“C’est dimanche!” At least, I’m pretty sure that’s what he said. As I was was ambling along Sunday morning, about 10am, I saw a group of guys enjoying une bier (ou trois), their empty café cups as of yet uncleared. I smiled to myself at how casual it was in France to enjoy a beer, even in the morning — compare that to Ontario where most restaurants legally can’t serve alcoholic beverages until 11am. I guess in reverie my eyes lingered too long on a cold pint. I looked up, and one of the beer imbibers caught my eye and, smiling, reminded me it was, in fact Sunday — where was my beer?

As you might expect from the land of wine, drinking alcohol is interpretted completely differently in France. Up until a few years ago, 16 year olds were allowed to order wine and beer at restaurants (they had to wait until 18 for liquor.) That’s because beer and wine (perhaps especially wine) aren’t seen as a means to an inebriated end in France, they’re seen as part of a meal, or an experience in and of themselves. And because of that, you can enjoy a pint of beer or a pichet of wine on a Tuesday at lunch and head off back to work — no questions asked, no “aren’t we being so cheeky”‘s exclaimed.

What a lunchtime patio beer looks like in France

So has France turned into a land of lushes, lurching from wet lunch to sodden supper? This shocked me, and I reckon it will at least surprise you. Despite France quite literally boasting the highest share of its adult population drinking alcohol of any country (in 2010 it was 95%), it “fails” to crack the top 10 countries for alcohol abuse disorder in either men or women. What gives?

C’est dimanche. Or alternatively, C’est lundi, C’est mardi, C’est mecredi, etc. The point is not the day — it’s the nature of the consumption. In France beer is basically a soft drink. You wouldn’t want to chug three Cokes would you? But you definitely wouldn’t pass on one with your burger. Well that covers a cheeky pint (in most Brasseries, you can simply order “une bier” and they’ll bring you whatever the cheapest blonde beer they have on tap is, if you wanna skip the menu). But what about the biere artisnal?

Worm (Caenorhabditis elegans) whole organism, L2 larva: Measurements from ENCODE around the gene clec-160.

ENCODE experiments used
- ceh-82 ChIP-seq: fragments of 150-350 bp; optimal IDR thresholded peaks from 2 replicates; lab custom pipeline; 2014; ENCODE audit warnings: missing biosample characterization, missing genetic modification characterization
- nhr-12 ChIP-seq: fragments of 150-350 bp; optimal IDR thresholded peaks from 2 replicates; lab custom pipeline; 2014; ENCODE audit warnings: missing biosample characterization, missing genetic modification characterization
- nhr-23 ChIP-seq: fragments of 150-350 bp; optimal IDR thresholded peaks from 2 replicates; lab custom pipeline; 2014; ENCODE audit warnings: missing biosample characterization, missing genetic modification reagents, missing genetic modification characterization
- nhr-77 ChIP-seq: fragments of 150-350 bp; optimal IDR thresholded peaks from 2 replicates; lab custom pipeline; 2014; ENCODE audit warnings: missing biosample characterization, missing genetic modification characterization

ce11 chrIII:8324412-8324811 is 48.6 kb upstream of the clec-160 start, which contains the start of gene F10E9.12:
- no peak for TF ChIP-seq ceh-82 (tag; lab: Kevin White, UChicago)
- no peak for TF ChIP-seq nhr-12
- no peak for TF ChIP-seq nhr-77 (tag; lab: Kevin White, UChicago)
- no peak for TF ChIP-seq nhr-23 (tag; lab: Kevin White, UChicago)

French Beer is Still in its Craft Golden Era

The golden age of craft beer in North America is, sadly, over. Consumer tastes have drifted away from some of the more creative artisnal brews, and newer generations aren’t just drinking differently (looking at you Seltzers) — they’re frequently not drinking at all. Even stalwart craft breweries are beginning to find ways to make rock solid lagers and pilsners to widen the net and tone down the “craft” in their beer.

Not in France. IPAs are huge right now. Entire grocery store fridges packed with New England and Double IPAs with the raucous branding and goofy names I remember loving 2015. There were a few offerings when I was in France 2 years ago, but a boom clearly happened since. If you’re an old-head craft weirdo like me, looking at the beer aisle in France is like taking a time machine to a decade ago in Canada. It’s kinda great.

And it makes sense actually. It’s not that the French are out of touch with beer trends. It’s that in addition to lagers, French people have been loving Trappist ales, brown beers and saisons for decades before North America crawled out of the primordial ooze of the Bud bottle. The one gap in their beer resume? The IPA — and boy have they been putting their work in there.

Exhibit [IP]A

And, like the craft craze has quietly been winding down in Canada, it’s entirely possible that France is having its brief fun, and that too will be over soon enough. But since I’m only here for three months, I’m going to take every opportunity to relive the joy of drinking weird craft beer that I felt when I first tried La Fin du Monde at a pub in London Ontario all those years ago. While I’m here (and if you visit France) I hope you try a few biers artistanals yourself, and make sure to sip them slow. There’s no telling how long this golden age will last.

Bonus weird wife shot for those who made it this far